STOCK PHOTO Large-scale infrastructure expansion can involve loss of forests, ecosystems, traditional livelihoods and biodiversity, says columnist.

COLUMN: Expanding infrastructure is cause for eco-anxiety

Infrastructure-driven economic growth is based on grabbing large areas of land, notes columnist


Eco-anxiety is not yet recognized as a psychiatric disorder. But as eco-shocks continue, anxieties multiply. Millennials anticipate a bleak future. Young Swedish activist Greta Thunberg’s school strike action against climate change inaction has galvanized youth movements worldwide.

Climate is not the only human-aggravated eco-shock, even if apparently the most terrifying. Our planet will not support the devastation caused by excessive human population and resulting unsustainable levels of consumption of resources. Worst yet, while we have seen empires come and go through the millennia, that was never in the context of the kind of global technological efficiency surrounding China’s plans for the largest infrastructure project ever undertaken.

China’s achievement in pulling billions out of poverty is admirable and demonstrates how effective a totalitarian government can be on occasion. But China’s current plan to circumscribe the world by land and sea with transportation and production infrastructure is a catastrophic social and ecological threat.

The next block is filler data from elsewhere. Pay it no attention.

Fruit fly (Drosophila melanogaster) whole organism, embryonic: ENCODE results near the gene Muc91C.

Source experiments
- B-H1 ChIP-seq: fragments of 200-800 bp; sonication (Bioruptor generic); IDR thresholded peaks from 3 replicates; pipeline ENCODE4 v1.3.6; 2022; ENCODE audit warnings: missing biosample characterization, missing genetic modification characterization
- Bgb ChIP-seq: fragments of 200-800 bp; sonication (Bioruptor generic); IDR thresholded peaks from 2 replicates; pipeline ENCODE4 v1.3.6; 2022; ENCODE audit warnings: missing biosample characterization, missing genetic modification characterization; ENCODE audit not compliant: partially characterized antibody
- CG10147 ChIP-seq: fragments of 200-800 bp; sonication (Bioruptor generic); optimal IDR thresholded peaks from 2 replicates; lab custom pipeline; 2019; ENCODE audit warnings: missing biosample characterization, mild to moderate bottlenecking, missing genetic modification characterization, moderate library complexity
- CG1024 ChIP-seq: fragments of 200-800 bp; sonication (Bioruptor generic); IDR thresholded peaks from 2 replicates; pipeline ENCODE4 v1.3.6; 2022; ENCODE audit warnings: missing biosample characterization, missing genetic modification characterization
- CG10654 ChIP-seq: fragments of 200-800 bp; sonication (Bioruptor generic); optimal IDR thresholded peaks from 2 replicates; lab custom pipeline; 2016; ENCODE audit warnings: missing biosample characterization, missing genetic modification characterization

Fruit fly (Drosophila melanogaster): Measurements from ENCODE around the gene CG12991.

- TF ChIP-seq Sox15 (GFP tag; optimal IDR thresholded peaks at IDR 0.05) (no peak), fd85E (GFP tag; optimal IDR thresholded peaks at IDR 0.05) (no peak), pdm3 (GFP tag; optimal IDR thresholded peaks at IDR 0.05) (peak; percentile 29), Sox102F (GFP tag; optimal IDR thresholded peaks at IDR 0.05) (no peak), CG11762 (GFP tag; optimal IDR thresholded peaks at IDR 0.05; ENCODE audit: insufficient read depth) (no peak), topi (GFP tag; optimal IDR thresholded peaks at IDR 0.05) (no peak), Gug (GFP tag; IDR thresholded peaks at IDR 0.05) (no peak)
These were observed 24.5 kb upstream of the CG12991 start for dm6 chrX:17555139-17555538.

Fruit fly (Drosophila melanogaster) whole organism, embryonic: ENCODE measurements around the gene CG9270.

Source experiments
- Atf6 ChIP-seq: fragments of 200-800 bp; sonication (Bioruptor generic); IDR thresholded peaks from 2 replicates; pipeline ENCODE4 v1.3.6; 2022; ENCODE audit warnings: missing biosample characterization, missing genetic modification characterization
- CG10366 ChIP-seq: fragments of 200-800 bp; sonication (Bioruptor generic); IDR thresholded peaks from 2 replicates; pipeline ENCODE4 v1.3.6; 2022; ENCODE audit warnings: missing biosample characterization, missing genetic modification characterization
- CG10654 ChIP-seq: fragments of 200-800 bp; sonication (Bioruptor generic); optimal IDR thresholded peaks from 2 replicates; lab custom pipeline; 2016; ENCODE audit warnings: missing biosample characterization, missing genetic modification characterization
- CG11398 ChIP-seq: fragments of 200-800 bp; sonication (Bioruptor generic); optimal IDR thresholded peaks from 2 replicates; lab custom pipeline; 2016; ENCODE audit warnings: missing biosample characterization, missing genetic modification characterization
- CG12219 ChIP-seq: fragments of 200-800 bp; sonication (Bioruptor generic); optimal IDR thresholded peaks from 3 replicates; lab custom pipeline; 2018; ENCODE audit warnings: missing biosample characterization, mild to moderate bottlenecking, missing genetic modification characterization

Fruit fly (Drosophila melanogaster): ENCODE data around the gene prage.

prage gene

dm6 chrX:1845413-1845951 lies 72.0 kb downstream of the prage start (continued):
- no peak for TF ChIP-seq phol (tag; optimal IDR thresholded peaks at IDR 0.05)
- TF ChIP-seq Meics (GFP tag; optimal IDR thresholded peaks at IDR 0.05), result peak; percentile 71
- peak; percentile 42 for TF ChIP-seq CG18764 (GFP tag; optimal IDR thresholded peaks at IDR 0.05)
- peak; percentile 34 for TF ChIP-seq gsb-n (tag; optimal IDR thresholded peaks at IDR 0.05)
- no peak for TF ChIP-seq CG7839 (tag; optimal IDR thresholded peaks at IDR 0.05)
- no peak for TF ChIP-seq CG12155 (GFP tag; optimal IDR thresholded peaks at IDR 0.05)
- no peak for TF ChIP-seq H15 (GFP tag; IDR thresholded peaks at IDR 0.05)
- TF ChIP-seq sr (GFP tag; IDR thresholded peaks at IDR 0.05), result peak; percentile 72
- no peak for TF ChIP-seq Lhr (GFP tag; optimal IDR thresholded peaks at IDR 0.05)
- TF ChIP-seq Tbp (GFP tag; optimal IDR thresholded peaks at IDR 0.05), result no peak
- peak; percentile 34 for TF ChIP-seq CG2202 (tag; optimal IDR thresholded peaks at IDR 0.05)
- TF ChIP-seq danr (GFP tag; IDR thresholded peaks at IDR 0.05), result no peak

The Belt and Road Initiative was launched in 2013 by President Xi Jinping. BRI or One Belt, One Road is a land-based road ‘belt’ to connect China with Europe, plus a sea-based ‘road’ crossing the Indian Ocean to Africa up through the Mediterranean and reaching over the Pacific as far as Oceania and Latin America. The BRI currently involves some 90 countries and is expected to cost more than $1 trillion US.

According to, a European non-profit supporting small farmers and social movements struggling for community-controlled and biodiversity-based food systems, BRI projects “are likely to further concentrate power in the global food system and undermine national food security, local food producers and rural communities.” And “the BRI’s model of infrastructure-driven economic growth is based on grabbing large areas of land and territory to convert to economic corridors. This necessarily involves the loss of forests, ecosystems, traditional livelihoods and biodiversity. What’s more, all of BRI’s projects are high carbon-emitting initiatives.”

BRI has invested $43 billion US in agricultural production outside China and has already created issues of “debt, threats to national sovereignty, land grabbing, displacement, human rights abuses in conflict zones, environmental impacts, public health concerns and labour violations” across Asia and Africa.

The timing could not be worse. While existing global industrial food systems fail, this grand plan foreshadows development more like the 19th century than the 21st.

However, an antidote to inevitably increasing eco-anxiety is offered by professor Raymond De Young, who studies the process of re-localization at the University of Michigan: “The goal is to share narratives that portray life under a prolonged energy descent in a way that people crave the experience enough to seek it now… Responding well to biophysical limits will require that people weave together new and old skills, behaviours, values, and goals. If while doing this people reflect on the success of their ordinary accomplishments, then they might experience lean times but gain extraordinary benefits.”

In other words, we can avoid eco-anxiety by focusing on localization at the community level. We have plenty of examples all around us.

Marjorie Stewart is past chairwoman of the Nanaimo Foodshare Society. She can be reached at

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